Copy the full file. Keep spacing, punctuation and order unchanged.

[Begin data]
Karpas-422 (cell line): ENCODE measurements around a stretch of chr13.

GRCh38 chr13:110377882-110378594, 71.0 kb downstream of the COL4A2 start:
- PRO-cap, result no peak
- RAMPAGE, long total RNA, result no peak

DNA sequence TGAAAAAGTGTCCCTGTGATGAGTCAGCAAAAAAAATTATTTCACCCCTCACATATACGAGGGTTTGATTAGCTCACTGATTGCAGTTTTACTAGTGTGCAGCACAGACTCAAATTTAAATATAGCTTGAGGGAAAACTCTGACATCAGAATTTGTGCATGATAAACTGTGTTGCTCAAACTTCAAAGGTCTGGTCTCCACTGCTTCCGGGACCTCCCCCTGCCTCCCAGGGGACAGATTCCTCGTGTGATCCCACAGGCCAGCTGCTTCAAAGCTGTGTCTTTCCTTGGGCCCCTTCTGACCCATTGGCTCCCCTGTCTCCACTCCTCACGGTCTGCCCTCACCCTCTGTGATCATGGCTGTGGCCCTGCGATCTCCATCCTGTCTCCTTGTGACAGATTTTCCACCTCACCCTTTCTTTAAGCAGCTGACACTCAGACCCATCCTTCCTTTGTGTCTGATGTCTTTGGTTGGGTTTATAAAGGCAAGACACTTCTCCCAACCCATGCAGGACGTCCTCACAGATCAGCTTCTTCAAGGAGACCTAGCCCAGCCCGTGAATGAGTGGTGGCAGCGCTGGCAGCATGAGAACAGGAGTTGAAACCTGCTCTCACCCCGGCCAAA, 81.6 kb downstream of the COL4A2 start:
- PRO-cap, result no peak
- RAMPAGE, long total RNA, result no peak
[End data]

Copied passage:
Karpas-422 (cell line): ENCODE measurements around a stretch of chr13.

GRCh38 chr13:110377882-110378594, 71.0 kb downstream of the COL4A2 start:
- PRO-cap, result no peak
- RAMPAGE, long total RNA, result no peak

DNA sequence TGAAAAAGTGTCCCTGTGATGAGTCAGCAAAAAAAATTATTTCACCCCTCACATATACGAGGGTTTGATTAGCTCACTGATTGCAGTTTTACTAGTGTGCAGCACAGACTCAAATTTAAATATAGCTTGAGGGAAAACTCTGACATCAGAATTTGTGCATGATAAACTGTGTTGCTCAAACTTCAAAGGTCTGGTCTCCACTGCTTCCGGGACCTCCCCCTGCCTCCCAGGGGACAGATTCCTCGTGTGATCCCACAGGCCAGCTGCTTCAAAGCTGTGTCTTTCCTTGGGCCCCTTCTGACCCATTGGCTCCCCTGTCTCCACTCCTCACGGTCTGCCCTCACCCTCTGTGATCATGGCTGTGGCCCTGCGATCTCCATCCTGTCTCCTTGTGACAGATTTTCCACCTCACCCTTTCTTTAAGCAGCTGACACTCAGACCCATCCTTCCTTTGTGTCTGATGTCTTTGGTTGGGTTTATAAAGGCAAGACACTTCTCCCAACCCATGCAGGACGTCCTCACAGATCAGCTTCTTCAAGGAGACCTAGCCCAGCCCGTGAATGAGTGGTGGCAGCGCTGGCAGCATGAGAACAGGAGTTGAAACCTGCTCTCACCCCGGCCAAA, 81.6 kb downstream of the COL4A2 start:
- PRO-cap, result no peak
- RAMPAGE, long total RNA, result no peak